Journal of Developmental Origins of Health and Disease

Original Articles

Sex-specific impact of maternal–fetal risk factors on depression and cardiovascular risk 40 years later

J. M. Goldsteina1a2a3 c1, S. Cherkerziana1a2, S. L. Bukaa4, G. Fitzmauricea5, M. Horniga6a7, M. Gillmana8, S. O'Toolea1 and R. P. Sloana9

a1 Connors Center for Women's Health and Gender Biology, Brigham and Women's Hospital, Boston, MA, USA

a2 Departments of Psychiatry and Medicine, Harvard Medical School, Boston, MA, USA

a3 Division of Psychiatric Neuroscience, Department of Psychiatry, Massachusetts General Hospital, Boston, MA, USA

a4 Department of Epidemiology, Brown University, Providence, RI, USA

a5 Department of Psychiatry, Harvard Medical School at McLean Hospital, Belmont, MA, USA

a6 Department of Epidemiology, Mailman School of Public Health, Columbia University, New York, NY, USA

a7 Center for Infection and Immunity, Mailman School of Public Health, Columbia University, New York, NY, USA

a8 Department of Population Health, Harvard Medical School, Harvard Pilgrim Community Health

a9 Department of Psychiatry, Columbia University Medical Center, New York State Psychiatric Institute, New York, NY, USA

Abstract

Major depressive disorder (MDD) and cardiovascular disease (CVD) represent leading causes of morbidity and mortality worldwide. We tested the hypothesis that growth restriction and preeclampsia (referred to as fetal risk) are significant predictors of these conditions, with women at higher risk in adulthood. Adult offspring exposed to fetal risk factors and their discordant siblings were from two prenatal cohorts, whose mothers were followed through pregnancy and whom we recruited as adults 40 years later (n = 538; 250 males and 288 females). Subjects were psychiatrically diagnosed and underwent a stress challenge during which parasympathetic regulation was assessed by electrocardiogram, operationalized as high-frequency R-R interval variability (HF-RRV). Linear mixed models and generalized estimating equations were used to examine the relationship of fetal risk on HF-RRV, MDD and comorbidity of low HF-RRV (lowest 25th percentile) and MDD, including interactions with sex and socioeconomic status (SES). Fetal risk was significantly associated with low HF-RRV response (F = 3.64, P = 0.05), particularly among low SES (interaction: F = 4.31, P < 0.04). When stratified by MDD, the fetal risk impact was three times greater among MDD compared with non-MDD subjects (effect size: 0.21 v. 0.06). Females had a significantly higher risk for the comorbidity of MDD and low HF-RRV than males (relative risk (RR) = 1.36, 95% CI: 1.07–1.73), an association only seen among those exposed to fetal risk (RR = 1.38, 95% CI: 1.04–1.83). Findings suggest that these are shared fetal antecedents to the comorbidity of MDD and CVD risk 40 years later, an association stronger in females than in males.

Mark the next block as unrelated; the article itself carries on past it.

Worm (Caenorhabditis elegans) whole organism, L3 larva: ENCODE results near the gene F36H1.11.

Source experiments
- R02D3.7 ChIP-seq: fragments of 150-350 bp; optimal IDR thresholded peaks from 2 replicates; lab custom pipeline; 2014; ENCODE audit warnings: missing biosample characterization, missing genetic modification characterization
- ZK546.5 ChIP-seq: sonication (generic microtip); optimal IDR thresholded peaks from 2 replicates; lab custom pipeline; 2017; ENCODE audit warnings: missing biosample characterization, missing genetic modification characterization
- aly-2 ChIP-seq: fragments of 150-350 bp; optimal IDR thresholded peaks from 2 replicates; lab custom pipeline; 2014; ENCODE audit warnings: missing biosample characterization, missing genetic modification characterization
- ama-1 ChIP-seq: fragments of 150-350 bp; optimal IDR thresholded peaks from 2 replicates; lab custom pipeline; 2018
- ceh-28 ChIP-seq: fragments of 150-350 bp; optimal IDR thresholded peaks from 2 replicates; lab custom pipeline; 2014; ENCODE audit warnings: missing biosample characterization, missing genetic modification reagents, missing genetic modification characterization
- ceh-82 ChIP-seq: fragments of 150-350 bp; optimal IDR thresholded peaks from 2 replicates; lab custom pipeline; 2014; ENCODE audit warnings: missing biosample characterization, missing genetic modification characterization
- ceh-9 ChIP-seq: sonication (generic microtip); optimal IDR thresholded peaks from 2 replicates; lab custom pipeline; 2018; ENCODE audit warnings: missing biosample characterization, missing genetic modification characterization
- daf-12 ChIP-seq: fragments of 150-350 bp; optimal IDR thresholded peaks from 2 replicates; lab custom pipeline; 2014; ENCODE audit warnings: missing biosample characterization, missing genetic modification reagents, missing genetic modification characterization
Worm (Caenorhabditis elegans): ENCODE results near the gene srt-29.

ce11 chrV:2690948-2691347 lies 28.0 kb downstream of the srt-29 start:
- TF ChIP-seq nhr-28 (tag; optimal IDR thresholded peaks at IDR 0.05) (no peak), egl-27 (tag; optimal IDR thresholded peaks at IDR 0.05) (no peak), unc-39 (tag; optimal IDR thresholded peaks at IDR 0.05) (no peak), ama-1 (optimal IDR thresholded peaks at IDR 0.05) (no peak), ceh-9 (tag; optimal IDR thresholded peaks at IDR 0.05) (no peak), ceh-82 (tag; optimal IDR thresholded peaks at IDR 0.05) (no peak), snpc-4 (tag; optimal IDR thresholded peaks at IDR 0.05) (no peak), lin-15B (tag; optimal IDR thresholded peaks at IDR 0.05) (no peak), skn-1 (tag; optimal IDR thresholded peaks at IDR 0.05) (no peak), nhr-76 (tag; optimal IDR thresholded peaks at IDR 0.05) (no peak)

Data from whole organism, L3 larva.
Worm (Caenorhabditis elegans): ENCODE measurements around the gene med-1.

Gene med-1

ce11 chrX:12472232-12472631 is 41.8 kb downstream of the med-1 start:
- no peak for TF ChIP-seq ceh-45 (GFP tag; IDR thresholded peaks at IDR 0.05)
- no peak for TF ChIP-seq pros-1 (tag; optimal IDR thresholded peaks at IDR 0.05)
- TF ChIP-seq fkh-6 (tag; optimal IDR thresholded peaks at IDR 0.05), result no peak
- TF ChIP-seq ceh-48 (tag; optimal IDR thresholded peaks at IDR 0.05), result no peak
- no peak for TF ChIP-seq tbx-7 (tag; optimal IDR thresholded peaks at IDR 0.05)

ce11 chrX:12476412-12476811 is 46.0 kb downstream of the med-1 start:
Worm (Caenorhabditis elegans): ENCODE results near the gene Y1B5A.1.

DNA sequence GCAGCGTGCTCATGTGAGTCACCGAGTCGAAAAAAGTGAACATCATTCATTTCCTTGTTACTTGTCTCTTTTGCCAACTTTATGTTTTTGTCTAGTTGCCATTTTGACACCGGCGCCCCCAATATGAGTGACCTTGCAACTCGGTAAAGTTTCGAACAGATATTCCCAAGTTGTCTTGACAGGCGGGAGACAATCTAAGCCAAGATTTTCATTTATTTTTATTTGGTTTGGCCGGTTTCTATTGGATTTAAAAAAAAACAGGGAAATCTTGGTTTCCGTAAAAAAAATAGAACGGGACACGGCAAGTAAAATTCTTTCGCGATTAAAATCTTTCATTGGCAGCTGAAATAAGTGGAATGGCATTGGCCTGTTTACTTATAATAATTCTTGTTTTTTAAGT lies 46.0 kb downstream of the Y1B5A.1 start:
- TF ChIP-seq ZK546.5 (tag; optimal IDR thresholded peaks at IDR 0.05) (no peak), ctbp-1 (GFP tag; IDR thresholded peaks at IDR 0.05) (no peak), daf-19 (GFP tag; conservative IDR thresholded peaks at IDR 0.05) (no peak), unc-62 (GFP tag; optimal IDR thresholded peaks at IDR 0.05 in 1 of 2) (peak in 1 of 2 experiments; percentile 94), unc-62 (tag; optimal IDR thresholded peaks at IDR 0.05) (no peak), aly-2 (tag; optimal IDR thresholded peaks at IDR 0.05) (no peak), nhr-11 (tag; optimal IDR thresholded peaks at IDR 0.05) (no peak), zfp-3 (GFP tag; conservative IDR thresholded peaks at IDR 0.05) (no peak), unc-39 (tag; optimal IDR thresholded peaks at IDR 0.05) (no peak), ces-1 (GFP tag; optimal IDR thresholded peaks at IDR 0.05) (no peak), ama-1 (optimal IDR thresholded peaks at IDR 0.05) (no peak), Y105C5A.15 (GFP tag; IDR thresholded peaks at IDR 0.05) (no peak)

(Online publication November 04 2011)

Correspondence

c1 Address for correspondence: Dr J. M. Goldstein, Division of Women's Health, Brigham and Women's Hospital, One Brigham Circle, 3rd Floor, 1620 Tremont St., Boston, MA 02120, USA. (Email jill_goldstein@hms.harvard.edu)

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